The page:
Irma left students unable to return to Bayview

Lizandra Portal/Staff Writer

Hurricane Irma caused significant water damage to Biscayne Bay’s Bayview apartments.

Scott Jones, the director of the Wolfe University Center, confirmed on Tuesday, Sept. 19, that students would be allowed to return to Bayview later in the evening, but the building would be opening up floor by floor. Students have been notified by FIU and Bayview through email.   

However, there are still roughly seven apartments that have suffered more damage than others and are still undergoing tests to clear them for safety. The students in those apartments have been personally contacted and Bayview will be able to accommodate them in other apartments within the building.

However, students were not left to fend for themselves and accommodations were made, according to Jones.

“As we received notification that students were unable to move into Bayview, we created temporary shelter for residents that needed accommodations that didn’t have somewhere else to go,” Jones said. “We are providing cot accommodations for them along with breakfast, lunch and dinner, and we’ve kept the facility open for 24 hours. We have staff in the area along with public safety insuring folks’ safety.”   

Air quality tests were run throughout the building on Monday, Sept. 18, according to Jones, but the tests deemed the building unfit to accept returning students that day.  

“At the end of the day, it’s really about ensuring that as our students return they’ve got a safe and comfortable location to go,” Jones said. “So, we were excited to be able to jump in and assist.”  

Students who had to evacuate the Biscayne Bay campus, which was a mandatory evacuation zone, were given notices via email as to when they could return to their apartments.

“The building was supposed be ready [Sunday, September 17] at 2 p.m.,” said Heissel Mayorga, a junior hospitality major who lives in Bayview. “I got here at 2:30 p.m. and they weren’t allowing anyone in and we got an email around 2:36 p.m. saying that the only reason we could come in was to get our books for a quick 20 to 30 minutes and then that’s it, you had to leave.”

Destinee Gutierrez, a junior hospitality major who also lives in Bayview said that she received emails every single day about the situation.

“They said that you had to be aware that there might be workers coming in and out of your apartment, which we were fine with because we just wanted to come back,” Gutierrez said. “But then to get that email at 2:30 p.m. saying they changed the plan was a little ridiculous, in my opinion.”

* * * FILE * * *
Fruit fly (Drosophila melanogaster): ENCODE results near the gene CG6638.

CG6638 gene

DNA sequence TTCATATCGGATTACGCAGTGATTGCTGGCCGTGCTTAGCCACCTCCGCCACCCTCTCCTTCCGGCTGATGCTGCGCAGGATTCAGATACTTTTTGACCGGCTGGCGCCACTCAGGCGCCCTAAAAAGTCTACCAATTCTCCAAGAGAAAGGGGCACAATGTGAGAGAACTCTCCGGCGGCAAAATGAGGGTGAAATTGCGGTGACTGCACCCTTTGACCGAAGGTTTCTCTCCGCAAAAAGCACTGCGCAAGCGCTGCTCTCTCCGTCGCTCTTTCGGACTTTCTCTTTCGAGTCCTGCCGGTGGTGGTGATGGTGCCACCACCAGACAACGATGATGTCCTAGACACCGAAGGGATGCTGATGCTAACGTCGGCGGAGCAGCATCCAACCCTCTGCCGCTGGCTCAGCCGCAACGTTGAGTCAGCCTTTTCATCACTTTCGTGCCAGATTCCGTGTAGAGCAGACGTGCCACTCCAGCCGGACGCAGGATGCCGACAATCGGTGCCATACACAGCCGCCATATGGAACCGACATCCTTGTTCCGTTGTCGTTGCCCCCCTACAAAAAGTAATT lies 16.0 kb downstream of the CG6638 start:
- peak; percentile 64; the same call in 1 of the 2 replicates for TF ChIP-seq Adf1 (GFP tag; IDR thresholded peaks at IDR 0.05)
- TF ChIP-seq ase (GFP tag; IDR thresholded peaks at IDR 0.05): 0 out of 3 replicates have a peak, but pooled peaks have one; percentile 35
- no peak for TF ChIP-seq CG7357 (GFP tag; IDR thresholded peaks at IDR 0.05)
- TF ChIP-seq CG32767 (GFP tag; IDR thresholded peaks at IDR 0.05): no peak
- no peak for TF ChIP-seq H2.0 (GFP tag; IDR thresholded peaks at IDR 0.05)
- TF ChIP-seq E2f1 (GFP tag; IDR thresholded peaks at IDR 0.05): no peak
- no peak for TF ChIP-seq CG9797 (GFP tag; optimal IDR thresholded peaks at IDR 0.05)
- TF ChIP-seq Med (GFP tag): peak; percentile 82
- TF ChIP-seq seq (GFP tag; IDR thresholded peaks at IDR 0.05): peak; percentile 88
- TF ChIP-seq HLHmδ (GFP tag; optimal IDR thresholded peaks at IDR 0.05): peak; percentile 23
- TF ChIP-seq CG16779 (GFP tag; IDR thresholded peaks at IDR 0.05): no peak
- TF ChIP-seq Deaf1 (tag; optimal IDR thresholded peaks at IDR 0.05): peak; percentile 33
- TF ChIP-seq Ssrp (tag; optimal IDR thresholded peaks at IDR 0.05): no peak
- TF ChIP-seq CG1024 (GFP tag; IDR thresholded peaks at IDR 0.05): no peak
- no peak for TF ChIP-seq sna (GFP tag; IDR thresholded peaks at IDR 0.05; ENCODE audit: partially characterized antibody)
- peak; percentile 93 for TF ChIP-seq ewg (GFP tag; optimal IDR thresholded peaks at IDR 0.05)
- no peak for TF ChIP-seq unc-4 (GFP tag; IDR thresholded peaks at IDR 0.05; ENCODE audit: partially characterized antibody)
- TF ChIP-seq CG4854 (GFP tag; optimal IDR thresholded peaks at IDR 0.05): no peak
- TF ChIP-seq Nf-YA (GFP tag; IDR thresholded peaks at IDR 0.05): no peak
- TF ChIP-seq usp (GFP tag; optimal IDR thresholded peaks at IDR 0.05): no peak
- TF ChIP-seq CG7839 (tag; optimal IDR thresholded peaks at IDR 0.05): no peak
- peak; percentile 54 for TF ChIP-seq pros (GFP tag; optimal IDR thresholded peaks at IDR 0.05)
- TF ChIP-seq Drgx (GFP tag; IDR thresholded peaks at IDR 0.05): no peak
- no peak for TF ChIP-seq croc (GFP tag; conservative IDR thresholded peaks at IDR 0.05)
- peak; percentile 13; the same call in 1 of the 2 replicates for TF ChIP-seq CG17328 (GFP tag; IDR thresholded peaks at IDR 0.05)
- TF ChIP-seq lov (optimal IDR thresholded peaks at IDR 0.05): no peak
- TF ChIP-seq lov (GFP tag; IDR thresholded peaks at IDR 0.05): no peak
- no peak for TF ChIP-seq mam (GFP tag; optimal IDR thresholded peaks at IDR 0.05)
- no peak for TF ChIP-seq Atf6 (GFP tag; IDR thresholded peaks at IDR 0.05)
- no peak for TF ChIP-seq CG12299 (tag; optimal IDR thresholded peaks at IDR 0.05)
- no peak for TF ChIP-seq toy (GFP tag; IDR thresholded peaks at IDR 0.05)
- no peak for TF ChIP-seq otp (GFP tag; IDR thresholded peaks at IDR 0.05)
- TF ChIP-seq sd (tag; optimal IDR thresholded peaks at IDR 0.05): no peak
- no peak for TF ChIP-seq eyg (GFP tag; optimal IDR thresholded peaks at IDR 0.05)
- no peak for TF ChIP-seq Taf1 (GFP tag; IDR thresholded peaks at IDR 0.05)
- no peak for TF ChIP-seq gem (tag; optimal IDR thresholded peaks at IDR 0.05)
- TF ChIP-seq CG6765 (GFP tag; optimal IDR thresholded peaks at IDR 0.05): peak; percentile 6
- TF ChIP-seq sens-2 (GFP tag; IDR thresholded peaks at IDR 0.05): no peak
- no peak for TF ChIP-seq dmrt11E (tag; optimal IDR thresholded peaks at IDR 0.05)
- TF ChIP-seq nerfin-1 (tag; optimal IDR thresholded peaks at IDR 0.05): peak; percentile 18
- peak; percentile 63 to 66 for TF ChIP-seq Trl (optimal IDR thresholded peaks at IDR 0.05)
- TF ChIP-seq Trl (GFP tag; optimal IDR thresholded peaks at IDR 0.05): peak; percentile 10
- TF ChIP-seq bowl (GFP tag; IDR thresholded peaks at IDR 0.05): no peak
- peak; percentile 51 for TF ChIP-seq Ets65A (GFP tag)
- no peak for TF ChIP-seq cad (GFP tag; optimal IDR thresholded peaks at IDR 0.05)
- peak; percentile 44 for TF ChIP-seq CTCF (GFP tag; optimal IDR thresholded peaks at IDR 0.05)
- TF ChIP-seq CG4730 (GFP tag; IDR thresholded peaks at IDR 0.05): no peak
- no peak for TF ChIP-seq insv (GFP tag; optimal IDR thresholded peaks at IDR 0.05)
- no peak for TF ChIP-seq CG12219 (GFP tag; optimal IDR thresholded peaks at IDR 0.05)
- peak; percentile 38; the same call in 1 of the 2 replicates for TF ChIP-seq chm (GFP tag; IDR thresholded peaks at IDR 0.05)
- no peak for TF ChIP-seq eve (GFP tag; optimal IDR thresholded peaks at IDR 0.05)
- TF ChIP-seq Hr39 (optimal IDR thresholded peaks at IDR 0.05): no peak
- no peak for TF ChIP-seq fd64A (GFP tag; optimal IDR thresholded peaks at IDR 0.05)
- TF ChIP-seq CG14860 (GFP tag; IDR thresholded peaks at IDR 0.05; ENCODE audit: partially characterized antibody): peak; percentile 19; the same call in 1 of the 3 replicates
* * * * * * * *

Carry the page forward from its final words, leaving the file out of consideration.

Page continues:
Students were lined up on Sunday, Sept. 17, in the hot sun, according to Mayorga, and only 10 students were allowed in every half hour so they could collect more of their belongings.

The damage to the building was not fully disclosed to Bayview residents who hadn’t gone into the building yet.

“They’ve been pretty secretive regarding the damage,” said Gutierrez. “But they did say that some rooms have damage, there is some flooding, water damage to the flooring, but they haven’t specifically said what’s wrong with each apartment, or the extent of the damage.”

Opened in August 2016, Bayview is a $60 million “nine-story, state-of-the-art apartment complex strategically built with sweeping views of Biscayne Bay,” with 410 bedrooms in 154 apartment units, according to, that was created through a public-private partnership with Servitas.

A major concern to Bayview residents is the monetary aspect of the situation. Both Gutierrez and Mayorga were forced to purchase renter’s insurance in their first year living in Bayview, but not for this year.

“We don’t know if it’s included in the price, or contract, this year because the prices did go up,” said Mayorga.

Mayorga and Gutierrez believe pricing will be the last thing they will be informed about.   

Leo Cosio, the SGC-BBC president, looked at the housing lease with the housing senator, Jonathan Espino, and found a clause stating that the private company which oversees Bayview, Servitas, must provide their residents with alternative forms of housing.  

“What we have now here at Wolfe [University Center], those approximately 70 students, that is not Bayview accommodating them. That is the Wolfe University Center giving up their space to house these students,” Cosio said. “So, I personally haven’t seen Bayview do alternative forms of housing. The alternative to that is for Bayview to reimburse students, according to the lease as I interpreted it.”


Featured Photo by Damian Gordon/PantherNOW

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